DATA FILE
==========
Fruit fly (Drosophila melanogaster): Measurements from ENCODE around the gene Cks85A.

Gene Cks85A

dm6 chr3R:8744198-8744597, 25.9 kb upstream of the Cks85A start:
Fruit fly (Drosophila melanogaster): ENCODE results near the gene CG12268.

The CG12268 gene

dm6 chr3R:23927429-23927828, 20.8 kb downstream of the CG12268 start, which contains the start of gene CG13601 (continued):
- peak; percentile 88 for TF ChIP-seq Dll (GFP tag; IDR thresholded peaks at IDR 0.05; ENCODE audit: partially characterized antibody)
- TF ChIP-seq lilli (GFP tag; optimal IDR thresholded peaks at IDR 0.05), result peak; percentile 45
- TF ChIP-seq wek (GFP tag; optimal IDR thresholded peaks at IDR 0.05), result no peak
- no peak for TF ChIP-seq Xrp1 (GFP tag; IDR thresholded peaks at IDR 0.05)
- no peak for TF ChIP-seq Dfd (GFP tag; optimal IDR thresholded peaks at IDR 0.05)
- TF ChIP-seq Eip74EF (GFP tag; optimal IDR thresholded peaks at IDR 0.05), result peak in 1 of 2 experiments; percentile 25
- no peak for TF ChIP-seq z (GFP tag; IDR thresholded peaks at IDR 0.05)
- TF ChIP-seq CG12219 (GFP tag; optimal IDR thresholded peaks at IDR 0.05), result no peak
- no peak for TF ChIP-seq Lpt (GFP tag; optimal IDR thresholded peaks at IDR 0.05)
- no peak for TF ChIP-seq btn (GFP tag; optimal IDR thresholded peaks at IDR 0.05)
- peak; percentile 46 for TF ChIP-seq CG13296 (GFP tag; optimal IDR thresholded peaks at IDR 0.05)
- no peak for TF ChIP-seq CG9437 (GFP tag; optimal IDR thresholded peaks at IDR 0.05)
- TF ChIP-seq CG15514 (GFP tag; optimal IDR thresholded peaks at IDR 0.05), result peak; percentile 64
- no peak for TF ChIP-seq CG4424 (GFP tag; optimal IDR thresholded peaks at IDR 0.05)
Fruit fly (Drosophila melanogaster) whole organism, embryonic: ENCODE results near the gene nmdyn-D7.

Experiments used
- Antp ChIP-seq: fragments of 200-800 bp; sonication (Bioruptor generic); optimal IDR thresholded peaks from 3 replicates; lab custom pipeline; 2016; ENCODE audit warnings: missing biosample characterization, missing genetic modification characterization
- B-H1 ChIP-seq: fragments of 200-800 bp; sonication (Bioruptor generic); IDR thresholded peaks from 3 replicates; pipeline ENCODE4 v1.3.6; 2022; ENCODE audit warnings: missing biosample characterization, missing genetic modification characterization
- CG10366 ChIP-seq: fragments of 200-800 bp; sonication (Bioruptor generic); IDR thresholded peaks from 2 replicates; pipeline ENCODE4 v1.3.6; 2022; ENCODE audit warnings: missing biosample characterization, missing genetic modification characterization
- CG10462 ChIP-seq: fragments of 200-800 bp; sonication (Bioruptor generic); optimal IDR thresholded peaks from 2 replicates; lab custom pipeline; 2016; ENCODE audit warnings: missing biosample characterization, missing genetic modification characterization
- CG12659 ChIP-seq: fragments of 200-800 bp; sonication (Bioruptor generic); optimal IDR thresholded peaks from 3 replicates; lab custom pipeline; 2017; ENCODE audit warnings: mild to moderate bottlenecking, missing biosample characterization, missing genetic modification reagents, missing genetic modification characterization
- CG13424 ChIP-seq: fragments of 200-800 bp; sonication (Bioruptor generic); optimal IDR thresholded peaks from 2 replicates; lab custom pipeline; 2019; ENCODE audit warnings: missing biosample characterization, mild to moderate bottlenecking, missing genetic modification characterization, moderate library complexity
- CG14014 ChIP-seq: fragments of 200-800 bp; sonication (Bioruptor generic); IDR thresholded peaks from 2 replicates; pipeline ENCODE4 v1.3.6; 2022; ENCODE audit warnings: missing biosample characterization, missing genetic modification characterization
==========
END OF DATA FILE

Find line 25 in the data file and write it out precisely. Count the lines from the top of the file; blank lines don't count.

- CG10366 ChIP-seq: fragments of 200-800 bp; sonication (Bioruptor generic); IDR thresholded peaks from 2 replicates; pipeline ENCODE4 v1.3.6; 2022; ENCODE audit warnings: missing biosample characterization, missing genetic modification characterization